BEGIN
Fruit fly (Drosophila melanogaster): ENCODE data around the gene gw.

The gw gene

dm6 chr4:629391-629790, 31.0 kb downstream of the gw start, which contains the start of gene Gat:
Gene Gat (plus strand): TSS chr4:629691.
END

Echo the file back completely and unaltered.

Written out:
Fruit fly (Drosophila melanogaster): ENCODE data around the gene gw.

The gw gene

dm6 chr4:629391-629790, 31.0 kb downstream of the gw start, which contains the start of gene Gat:
Gene Gat (plus strand): TSS chr4:629691.